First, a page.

That’s because the court is obliged to investigate any allegations that may impact on the best interests of the child (if it’s a Children Act case that is). If it’s a finance matter (anciliary relief as it’s known in the trade) behaviour is seldom a factor to considered, not that it stops people trying. If the court is interested in evidence…it will ask. If it wants to hear your side of the story…it will ask.

So let me give you a game plan here.

If you are accused of something that isn’t true use this magic phrase. If you have (or can get) evidence to disprove allegations, do so – and take it with you. Should it look like these allegations are going to delay matters you will be able to deploy this evidence as needed.

So that’s it. Don’t waste your time producing a 57-page rebuttal of everything flung at you (ever see `The Sorcerer’s Apprentice’…that’ll be you, in court, with no time to discuss what it is you want to ordered but with an ever growing list of your alleged misdeeds that the other party `remembers’ as time goes on). Don’t do it even if you really, really want to, because of `the principal’ or even so `he/she can see how he/she likes it’.

Be clear from the off what it is you want to achieve and don’t be distracted at any point. Keep your eye on the ball.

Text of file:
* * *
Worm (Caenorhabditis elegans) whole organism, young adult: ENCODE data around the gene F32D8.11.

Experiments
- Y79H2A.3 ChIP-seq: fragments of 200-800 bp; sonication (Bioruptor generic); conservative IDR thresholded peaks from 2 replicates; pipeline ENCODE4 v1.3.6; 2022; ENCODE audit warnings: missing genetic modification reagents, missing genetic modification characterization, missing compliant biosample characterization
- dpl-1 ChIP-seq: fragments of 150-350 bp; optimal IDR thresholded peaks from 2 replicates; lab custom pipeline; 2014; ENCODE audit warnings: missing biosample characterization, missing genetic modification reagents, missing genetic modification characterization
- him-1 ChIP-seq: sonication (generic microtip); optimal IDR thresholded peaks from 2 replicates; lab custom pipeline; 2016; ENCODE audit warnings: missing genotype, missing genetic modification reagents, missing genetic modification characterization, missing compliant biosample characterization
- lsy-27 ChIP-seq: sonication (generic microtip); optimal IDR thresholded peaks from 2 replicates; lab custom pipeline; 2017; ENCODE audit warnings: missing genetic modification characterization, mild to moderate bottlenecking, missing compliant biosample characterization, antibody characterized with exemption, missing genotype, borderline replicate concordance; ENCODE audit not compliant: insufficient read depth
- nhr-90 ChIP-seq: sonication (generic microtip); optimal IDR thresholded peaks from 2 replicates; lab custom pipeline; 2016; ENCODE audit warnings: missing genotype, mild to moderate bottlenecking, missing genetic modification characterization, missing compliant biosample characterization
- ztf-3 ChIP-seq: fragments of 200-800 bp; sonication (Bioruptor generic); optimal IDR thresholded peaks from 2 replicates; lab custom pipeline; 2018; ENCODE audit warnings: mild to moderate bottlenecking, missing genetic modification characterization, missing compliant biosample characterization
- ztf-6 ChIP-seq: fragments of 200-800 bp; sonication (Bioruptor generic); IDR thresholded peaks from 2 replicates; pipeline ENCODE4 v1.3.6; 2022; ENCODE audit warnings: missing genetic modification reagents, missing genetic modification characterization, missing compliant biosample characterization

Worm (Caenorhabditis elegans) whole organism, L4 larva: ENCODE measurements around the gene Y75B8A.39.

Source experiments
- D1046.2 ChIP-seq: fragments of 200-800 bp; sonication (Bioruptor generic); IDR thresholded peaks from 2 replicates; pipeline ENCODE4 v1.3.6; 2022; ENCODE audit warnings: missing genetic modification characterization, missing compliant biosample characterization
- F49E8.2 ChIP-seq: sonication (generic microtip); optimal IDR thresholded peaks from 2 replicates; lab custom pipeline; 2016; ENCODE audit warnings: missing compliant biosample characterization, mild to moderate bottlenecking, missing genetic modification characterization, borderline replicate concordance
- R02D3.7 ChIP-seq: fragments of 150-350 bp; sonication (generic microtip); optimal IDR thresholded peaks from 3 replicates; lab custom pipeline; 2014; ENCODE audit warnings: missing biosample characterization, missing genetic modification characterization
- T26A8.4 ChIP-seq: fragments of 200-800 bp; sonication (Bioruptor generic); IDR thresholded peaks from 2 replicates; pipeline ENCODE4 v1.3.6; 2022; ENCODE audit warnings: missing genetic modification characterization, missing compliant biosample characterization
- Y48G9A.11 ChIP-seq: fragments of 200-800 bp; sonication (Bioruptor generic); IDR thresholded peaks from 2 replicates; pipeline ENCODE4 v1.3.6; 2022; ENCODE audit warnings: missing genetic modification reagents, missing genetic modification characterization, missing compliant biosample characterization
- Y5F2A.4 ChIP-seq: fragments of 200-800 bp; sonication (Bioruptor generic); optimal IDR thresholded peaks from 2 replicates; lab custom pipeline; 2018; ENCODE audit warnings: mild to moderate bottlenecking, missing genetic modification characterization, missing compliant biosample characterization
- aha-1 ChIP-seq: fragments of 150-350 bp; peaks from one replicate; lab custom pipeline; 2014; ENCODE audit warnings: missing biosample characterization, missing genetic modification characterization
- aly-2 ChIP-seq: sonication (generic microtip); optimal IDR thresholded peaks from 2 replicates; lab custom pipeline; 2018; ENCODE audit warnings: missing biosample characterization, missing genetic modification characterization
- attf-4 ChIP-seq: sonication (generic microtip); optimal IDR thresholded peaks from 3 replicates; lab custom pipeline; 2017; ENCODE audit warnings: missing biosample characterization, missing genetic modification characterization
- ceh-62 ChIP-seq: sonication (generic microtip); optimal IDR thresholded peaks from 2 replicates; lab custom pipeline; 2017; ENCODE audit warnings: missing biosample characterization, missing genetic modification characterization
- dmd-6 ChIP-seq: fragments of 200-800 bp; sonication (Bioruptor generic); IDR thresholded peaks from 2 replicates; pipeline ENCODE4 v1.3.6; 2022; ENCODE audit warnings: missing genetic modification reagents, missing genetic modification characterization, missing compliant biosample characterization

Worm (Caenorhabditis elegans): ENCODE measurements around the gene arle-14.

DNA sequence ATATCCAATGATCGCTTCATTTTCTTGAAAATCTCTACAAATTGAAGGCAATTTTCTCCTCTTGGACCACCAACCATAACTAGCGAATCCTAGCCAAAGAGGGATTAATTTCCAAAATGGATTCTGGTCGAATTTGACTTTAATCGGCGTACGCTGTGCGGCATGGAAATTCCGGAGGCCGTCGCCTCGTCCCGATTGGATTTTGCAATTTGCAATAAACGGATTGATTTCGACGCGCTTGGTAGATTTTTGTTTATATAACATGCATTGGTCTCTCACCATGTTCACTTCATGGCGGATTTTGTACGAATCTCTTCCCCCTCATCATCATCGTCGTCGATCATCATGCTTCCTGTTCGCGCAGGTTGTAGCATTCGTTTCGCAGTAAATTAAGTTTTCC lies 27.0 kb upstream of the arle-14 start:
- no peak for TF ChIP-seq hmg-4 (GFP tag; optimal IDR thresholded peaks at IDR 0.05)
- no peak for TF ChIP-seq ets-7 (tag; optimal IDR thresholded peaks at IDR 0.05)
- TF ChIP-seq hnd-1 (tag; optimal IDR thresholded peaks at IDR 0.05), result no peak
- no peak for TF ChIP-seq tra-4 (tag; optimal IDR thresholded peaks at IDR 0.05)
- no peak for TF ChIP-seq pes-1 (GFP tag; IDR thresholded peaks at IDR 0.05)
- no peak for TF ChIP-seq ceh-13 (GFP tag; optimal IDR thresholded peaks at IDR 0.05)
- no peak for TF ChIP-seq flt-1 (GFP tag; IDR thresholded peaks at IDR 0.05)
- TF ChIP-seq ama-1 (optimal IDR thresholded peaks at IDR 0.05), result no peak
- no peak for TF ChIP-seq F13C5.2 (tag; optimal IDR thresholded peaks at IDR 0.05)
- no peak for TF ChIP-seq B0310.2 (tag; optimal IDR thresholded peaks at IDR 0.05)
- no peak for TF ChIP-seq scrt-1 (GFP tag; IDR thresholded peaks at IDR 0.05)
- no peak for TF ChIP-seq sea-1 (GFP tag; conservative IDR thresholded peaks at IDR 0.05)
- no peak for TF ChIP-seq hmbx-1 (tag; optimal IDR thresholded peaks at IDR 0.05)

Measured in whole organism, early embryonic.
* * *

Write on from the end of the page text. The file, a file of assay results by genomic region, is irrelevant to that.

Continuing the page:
Introduction

`Why should I use a McKenzie Friend?’

In a word – empowerment.

Because the outcome of the court case you will quite possibly be facing is a life changer. It’s about when your kids will be seeing you. Where you’re going to be living. What legal hurdles your company faces. How much cash you’re going to be left with after the dust settles.

So it’s important to make sure that someone who knows all the facts is in control of what happens:

You.

Don’t be daunted by the prospect of this. Most people are able to do a great job of representing themselves. What they may not be so hot on is the procedure, the law or negotiation.

Which is where we come in. Our team includes qualified paralegals who have a professional background in this sort of thing – as well as a personal experience. They know what works and they know how it feels too. This feeling of being in control usually makes a big difference to the people who we help. It’s normal to be very nervous – the complete lack of certainty of the role you’ll play in kids’ life, where you’ll end up sleeping and the future quality of your life.

What we will do is give you the tools to run your own case as well as you can and tell you how to use them too. We can tell you what is likely to happen at court, what your ex is liable to do next and what you can do to avoid the pitfalls you will almost certainly face as you wend your way through the court case.

That is how it works. Your knowledge of the situation and our skills and experience to help you deploy them. Simple as that. It’s often a winning combination.

So if you don’t have the certainty in the future you need get in touch. Our number’s 07415 474503 and our email address is partners@familylawassistance.co.uk.

The sooner you act, the sooner you can get on with your life. Don’t hesitate.